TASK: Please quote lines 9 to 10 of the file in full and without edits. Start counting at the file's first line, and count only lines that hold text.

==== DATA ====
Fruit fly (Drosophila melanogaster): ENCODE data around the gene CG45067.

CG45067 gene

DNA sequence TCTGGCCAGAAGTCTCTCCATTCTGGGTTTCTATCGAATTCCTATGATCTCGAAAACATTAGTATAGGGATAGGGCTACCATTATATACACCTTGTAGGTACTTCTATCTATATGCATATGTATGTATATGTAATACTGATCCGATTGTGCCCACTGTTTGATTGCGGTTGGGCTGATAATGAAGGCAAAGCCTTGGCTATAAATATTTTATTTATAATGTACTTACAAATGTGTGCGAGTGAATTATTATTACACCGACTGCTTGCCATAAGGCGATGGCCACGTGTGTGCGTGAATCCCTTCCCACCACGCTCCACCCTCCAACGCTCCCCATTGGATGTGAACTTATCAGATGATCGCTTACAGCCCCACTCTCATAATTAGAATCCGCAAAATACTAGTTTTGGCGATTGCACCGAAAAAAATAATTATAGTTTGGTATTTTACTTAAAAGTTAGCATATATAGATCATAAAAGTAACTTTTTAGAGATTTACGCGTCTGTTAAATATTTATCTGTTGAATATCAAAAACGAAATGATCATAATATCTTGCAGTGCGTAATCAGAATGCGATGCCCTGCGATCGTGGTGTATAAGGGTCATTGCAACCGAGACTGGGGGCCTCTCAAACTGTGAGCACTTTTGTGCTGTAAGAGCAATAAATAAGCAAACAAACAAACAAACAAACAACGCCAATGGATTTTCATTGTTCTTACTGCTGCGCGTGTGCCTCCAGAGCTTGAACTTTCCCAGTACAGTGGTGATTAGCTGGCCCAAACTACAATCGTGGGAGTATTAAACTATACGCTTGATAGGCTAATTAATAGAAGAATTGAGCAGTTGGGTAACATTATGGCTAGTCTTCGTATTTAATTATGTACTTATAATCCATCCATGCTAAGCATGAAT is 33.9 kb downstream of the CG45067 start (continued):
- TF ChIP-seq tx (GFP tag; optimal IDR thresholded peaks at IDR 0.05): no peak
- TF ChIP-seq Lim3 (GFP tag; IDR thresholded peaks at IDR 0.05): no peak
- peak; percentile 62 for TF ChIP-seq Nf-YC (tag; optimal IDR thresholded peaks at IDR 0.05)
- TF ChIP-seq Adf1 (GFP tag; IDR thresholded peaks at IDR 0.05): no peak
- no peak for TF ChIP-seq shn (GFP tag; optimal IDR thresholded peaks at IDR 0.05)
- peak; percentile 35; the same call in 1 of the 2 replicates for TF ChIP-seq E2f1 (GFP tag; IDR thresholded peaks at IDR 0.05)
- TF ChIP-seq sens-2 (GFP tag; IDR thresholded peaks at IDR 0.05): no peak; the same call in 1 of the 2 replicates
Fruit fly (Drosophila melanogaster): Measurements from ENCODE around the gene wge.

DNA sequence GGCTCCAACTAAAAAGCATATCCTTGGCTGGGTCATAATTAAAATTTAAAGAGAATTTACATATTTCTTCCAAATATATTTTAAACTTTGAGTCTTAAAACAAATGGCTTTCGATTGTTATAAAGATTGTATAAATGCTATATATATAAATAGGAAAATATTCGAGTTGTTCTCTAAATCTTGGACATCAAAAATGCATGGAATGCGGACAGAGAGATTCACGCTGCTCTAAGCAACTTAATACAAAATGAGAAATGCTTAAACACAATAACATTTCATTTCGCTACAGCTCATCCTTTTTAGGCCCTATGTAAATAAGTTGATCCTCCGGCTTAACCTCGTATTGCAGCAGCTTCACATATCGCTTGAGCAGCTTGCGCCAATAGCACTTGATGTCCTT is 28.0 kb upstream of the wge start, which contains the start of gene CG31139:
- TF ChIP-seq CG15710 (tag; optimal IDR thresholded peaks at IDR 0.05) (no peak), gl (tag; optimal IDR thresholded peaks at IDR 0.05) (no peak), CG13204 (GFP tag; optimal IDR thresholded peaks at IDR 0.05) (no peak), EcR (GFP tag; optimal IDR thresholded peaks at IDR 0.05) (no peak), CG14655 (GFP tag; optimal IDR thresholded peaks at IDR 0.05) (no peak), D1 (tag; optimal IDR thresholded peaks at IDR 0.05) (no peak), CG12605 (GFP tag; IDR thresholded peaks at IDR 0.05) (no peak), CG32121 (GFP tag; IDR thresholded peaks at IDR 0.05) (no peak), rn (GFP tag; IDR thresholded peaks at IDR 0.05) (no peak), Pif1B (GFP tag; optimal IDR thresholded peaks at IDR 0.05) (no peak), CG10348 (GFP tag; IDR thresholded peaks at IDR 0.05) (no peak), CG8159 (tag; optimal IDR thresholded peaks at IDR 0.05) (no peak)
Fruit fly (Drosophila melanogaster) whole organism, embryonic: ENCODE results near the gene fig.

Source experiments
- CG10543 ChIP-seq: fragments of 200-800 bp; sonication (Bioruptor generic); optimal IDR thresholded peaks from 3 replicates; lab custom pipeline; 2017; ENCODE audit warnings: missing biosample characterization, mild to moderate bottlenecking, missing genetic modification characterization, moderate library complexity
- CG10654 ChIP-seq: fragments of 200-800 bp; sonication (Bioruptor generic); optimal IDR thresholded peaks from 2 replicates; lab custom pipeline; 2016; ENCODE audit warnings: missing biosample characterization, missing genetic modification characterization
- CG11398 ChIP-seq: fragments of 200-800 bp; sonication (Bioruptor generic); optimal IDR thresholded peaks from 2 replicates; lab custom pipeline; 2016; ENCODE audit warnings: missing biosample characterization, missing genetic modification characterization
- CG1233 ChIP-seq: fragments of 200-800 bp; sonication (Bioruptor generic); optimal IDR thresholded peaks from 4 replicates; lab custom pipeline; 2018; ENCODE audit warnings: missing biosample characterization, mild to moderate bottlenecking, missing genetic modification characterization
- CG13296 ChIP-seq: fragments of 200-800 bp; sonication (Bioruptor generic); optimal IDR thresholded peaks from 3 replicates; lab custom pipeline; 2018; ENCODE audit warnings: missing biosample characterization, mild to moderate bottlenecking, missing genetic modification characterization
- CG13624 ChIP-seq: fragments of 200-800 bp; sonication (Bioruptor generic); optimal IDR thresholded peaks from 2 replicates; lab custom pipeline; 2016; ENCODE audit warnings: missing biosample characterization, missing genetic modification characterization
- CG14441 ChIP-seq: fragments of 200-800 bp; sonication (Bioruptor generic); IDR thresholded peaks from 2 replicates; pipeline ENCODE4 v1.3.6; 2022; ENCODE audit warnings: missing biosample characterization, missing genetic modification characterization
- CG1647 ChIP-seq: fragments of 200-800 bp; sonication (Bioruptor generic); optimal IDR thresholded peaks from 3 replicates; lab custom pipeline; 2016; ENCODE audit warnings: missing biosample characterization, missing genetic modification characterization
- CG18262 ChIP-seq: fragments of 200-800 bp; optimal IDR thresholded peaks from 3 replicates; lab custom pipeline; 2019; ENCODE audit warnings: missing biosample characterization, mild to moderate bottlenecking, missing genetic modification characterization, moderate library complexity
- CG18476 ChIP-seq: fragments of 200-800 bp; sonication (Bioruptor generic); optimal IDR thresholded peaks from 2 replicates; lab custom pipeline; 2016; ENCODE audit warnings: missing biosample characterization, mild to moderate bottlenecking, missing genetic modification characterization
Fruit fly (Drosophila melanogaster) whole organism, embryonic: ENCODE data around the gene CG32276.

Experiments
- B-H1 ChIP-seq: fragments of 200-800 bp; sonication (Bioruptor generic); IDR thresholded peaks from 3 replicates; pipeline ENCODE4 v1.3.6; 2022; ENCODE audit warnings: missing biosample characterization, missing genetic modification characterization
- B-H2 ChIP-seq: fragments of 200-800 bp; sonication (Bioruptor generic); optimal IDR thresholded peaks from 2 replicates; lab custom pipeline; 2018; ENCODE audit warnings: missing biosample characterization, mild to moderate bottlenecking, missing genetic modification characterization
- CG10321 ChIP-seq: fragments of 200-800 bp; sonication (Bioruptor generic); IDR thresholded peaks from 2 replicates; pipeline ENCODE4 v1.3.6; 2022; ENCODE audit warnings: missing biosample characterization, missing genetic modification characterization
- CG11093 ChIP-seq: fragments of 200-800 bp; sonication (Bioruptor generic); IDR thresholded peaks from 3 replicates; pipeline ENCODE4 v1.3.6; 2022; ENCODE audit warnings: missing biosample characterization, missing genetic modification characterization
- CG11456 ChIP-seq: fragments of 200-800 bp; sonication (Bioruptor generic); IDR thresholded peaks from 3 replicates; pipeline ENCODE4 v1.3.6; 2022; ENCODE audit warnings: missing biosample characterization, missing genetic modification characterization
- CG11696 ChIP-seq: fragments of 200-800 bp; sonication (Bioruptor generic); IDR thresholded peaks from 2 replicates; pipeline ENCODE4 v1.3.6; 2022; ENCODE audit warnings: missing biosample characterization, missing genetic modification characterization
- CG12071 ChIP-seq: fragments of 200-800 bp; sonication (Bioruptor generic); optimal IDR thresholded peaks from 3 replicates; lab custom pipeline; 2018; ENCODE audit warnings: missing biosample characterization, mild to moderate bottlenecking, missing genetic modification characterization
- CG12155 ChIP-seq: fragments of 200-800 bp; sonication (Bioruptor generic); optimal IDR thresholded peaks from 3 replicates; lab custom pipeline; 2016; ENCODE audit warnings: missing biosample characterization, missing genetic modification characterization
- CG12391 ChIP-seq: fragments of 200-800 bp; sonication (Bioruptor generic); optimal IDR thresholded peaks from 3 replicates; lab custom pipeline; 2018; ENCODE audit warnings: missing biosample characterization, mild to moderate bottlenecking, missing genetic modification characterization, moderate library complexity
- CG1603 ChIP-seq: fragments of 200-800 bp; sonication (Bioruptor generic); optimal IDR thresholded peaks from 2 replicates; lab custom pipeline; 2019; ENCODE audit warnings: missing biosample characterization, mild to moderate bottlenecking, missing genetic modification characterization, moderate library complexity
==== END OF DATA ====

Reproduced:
- peak; percentile 35; the same call in 1 of the 2 replicates for TF ChIP-seq E2f1 (GFP tag; IDR thresholded peaks at IDR 0.05)
- TF ChIP-seq sens-2 (GFP tag; IDR thresholded peaks at IDR 0.05): no peak; the same call in 1 of the 2 replicates